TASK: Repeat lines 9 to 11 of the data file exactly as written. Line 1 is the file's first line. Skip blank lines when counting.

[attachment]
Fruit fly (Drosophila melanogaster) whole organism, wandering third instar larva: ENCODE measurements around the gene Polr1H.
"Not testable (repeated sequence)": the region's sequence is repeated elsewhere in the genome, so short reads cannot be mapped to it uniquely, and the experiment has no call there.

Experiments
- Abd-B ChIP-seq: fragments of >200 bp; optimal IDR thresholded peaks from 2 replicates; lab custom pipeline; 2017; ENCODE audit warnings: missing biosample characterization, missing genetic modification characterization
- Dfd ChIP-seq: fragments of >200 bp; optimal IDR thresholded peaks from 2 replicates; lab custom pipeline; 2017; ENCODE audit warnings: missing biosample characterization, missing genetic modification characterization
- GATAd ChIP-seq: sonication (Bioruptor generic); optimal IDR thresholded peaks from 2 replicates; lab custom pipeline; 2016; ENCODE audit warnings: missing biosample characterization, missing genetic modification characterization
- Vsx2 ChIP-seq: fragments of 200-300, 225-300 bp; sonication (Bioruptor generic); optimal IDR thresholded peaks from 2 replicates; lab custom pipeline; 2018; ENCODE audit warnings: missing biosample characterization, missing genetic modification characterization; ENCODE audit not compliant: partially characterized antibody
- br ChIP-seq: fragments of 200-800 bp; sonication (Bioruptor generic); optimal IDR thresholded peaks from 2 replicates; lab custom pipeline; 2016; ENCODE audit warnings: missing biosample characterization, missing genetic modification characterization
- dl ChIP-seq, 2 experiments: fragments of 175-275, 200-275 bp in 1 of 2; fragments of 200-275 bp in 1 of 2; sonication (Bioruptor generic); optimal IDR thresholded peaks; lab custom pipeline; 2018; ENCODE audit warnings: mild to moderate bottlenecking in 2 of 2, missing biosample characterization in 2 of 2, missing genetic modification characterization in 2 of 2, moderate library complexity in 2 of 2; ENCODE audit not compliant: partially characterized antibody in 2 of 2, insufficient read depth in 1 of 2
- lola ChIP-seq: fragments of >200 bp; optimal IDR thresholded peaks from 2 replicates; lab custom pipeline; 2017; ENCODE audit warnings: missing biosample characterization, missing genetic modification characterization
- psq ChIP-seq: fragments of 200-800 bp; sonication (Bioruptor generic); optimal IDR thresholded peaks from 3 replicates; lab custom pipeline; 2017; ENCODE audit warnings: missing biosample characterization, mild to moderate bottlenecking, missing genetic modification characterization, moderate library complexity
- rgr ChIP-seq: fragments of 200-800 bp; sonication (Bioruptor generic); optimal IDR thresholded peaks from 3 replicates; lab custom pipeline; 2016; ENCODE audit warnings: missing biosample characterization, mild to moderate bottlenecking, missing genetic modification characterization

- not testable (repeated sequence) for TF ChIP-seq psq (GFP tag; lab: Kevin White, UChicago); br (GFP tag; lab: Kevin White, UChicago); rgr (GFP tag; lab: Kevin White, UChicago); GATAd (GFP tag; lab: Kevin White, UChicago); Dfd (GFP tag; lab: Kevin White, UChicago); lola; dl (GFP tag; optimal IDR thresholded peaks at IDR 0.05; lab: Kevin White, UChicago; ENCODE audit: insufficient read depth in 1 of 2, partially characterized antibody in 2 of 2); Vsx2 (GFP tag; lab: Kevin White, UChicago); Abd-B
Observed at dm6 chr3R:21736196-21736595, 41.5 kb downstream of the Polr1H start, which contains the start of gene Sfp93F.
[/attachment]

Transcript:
- dl ChIP-seq, 2 experiments: fragments of 175-275, 200-275 bp in 1 of 2; fragments of 200-275 bp in 1 of 2; sonication (Bioruptor generic); optimal IDR thresholded peaks; lab custom pipeline; 2018; ENCODE audit warnings: mild to moderate bottlenecking in 2 of 2, missing biosample characterization in 2 of 2, missing genetic modification characterization in 2 of 2, moderate library complexity in 2 of 2; ENCODE audit not compliant: partially characterized antibody in 2 of 2, insufficient read depth in 1 of 2
- lola ChIP-seq: fragments of >200 bp; optimal IDR thresholded peaks from 2 replicates; lab custom pipeline; 2017; ENCODE audit warnings: missing biosample characterization, missing genetic modification characterization
- psq ChIP-seq: fragments of 200-800 bp; sonication (Bioruptor generic); optimal IDR thresholded peaks from 3 replicates; lab custom pipeline; 2017; ENCODE audit warnings: missing biosample characterization, mild to moderate bottlenecking, missing genetic modification characterization, moderate library complexity